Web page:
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pootza wrote: " the DOE test procedure consistently shows a reduction in energy consumption by about 3% compared to single-stage furnaces at the same AFUE level. In contrast, the 2006 AHRAE test procedure shows almost no difference in the total energy consumption at the same efficiency level. The reason is that although two-stage furnaces operate longer at the reduced mode, this is offset by lower fuel input rate at this mode."

https://www.aceee.org/files/proceedings ... aper16.pdf

So this was a 2006 test and the conclusion was the NG use goes down and the electricity goes up but this was before the variable speed motors.

So if a 3% savings ... your gas bill would be $145.00 instead of $150.00. Would you actually notice the $5 savings?
I realize cost can vary. Different service charges, price of gas goes up or down, etc, etc. That part, is a variable. Expecially with inflation

But its the actual usage increase of 6 GJ is what Im trying to figure out. I checked online bills from current all the way back to Feb 2020. Took me about 10 minutes, but basically wrote down my Electrical usage that billing cycle and Natural Gas Use

The coldest month since I have moved into this house, was Feb 2021. That was with the old single stage furnace. 15.94 GJ was used that billing cycle. And that month it was colder for longer, and we hit come -40 nights as well.

Since then it hasnt been that cold until Dec 2021. And it was cold, but wasnt -40 cold. Well -35 cold. And really when its that cold, its just cold. But as well, the cold snap didnt last as long

The NG use with the new furnace was 21.91 GJ Which is almost a 6 GJ difference.

All things equal, new furnace, 1% higher efficiency, 20K lower in BTU, and dual stage. My usage should be either less by even a little, or at least close to the same. But higher? Thats what this post was for, how can it be higher. What am I missing, or doing wrong thats making this usage so much higher? Hell even it was just a bit higher, that would be fine. Christmas time, more activity, more peope going in and out, people home more because of no school.. Sure that I could get.

But 6 GJ is a lot of extra usage.

Saying that, the entire city was up in arms as well, because some people have the highest bill they have every had in 10 years living in the same house, with locked in rates, and their NG use was through the roof But yet their neighbours, bill was basically what they expected.

Unless the city is pulling some scam and jacking up certain people NG use to make some money. I highly doubt it, yet no one that has these high bills can get an explanation of "how"
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Is wind chill factored in to your current and historical numbers? Could it be a lot windier? Where are the weather stats coming from? Ecobee? I thought, and may well be wrong, that Ecobee changed the service where they collected data. Might have happened a few months to a year before I bought my Ecobee. I bought it around December 2020. I can't remember for sure what exactly they did or didn't do.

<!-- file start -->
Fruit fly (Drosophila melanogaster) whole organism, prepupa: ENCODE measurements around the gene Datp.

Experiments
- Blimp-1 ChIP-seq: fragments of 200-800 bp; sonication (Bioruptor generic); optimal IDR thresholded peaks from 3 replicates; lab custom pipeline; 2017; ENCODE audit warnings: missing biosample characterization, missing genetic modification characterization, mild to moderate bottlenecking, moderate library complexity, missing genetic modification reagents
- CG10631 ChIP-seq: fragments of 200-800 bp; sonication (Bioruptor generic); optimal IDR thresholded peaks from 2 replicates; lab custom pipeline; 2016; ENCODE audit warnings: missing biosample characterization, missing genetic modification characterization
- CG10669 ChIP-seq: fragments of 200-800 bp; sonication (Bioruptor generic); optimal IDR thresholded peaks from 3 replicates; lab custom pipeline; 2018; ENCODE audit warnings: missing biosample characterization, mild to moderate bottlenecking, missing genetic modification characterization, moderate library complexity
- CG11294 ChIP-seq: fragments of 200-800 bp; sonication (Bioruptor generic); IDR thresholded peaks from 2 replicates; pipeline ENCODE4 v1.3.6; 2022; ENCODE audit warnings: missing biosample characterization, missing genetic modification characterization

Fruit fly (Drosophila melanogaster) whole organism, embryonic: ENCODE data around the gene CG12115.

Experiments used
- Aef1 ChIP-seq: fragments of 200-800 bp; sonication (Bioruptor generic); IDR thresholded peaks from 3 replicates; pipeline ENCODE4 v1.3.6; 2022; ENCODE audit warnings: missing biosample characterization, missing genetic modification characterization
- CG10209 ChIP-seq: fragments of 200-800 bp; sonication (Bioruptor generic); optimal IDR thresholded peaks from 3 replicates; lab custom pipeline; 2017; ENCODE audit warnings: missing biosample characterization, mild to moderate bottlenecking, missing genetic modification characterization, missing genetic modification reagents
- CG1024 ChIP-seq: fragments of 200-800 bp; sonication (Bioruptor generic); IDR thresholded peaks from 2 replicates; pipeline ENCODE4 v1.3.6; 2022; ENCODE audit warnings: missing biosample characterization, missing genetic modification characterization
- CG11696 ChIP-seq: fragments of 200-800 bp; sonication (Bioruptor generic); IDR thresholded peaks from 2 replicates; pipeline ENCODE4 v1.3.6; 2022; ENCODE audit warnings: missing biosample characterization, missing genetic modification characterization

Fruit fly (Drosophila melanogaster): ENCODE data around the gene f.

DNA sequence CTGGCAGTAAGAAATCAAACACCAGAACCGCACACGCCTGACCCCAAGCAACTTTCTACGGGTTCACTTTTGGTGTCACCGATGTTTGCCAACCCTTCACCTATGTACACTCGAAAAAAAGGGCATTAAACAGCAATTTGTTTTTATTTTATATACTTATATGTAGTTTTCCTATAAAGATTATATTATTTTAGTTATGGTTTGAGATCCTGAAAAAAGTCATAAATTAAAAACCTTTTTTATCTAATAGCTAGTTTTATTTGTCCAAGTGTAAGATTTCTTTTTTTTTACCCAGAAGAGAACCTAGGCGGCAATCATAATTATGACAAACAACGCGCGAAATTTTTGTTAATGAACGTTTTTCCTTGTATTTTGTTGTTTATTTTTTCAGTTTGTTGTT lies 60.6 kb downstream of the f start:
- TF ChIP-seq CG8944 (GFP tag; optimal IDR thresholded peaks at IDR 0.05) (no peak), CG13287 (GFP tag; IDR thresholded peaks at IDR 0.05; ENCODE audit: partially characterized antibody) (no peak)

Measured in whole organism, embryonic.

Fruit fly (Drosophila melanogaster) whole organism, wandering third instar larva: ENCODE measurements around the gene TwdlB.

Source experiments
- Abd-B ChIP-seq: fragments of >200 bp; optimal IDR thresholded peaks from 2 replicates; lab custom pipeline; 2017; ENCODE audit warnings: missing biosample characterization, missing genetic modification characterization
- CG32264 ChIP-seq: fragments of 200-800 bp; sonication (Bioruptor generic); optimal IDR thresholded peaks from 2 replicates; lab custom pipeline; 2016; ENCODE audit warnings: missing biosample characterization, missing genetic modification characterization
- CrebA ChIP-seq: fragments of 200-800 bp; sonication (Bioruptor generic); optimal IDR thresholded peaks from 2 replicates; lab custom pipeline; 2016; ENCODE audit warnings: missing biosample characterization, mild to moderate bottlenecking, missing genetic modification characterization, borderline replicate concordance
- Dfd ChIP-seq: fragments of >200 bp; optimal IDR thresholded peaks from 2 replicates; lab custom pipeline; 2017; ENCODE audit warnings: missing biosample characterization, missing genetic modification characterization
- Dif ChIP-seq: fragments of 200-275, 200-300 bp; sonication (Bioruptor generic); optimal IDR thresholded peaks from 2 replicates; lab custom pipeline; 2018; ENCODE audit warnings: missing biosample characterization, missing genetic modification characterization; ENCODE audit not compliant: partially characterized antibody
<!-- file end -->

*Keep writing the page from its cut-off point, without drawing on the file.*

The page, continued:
Your old furnace had a AC motor, the new furnace a DC motor. The old motor consumed more electricity which was converted to heat energy. Did you run that one and the new one 24/7 ? Big difference in the consumption if you did as the extra low speed of the DC motor is much more energy efficient than running the AC motor at constant run speed (high speed). That will add up to something in extra natural gas consumption.

Some furnace companies provide the input and output BTU of the furnaces they sell. Of the very limited number I've seen, the energy efficiency on both stages worked out exactly the same. Interestingly on one furnace (2007 model), rated at 95.5% when I did the math it worked out to 97% on both stages.

In the case of a very old home I would expect it more more likely have restrictive ductwork and then the efficiency would drop somewhat in the second stage as the heat rise goes closer to the limits and more heat is lost out the exhaust pipe. I have no idea in that case what % decrease it would be. Same deal with the single stage though.

Longer run times means less cycling. When the furnace cycles it preheats the heat exchanger and for about 30 seconds before that, the exhaust inducer fan runs. So short run times contribute to heat loss. Longer should be a bit more energy efficient.

You used 6 GJ more? What was your total consumption for the 30 day period? I just sent my meter reading in today and I consumed as much in the last 30 days as in did in the 60 days previous. The last 30 daays has been much colder for me than last year.
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rogerrabbit168 wrote: i dunno about saving gas, because last few years temperature fluctuated so much, but I can definitely say my 2 stage is more comfortable then when we had the old furnace, i hated how it just give burst of hot hot air, and then just stops and fires up again when temperature drops. Whereas the new 2 stage, yes, it runs much more often (almost constantly), but at lower fan speed and heat. I can't hear the furnace running when I'm sleeping, so its money well spent, also the cost difference not as bad as you may think depends on the brand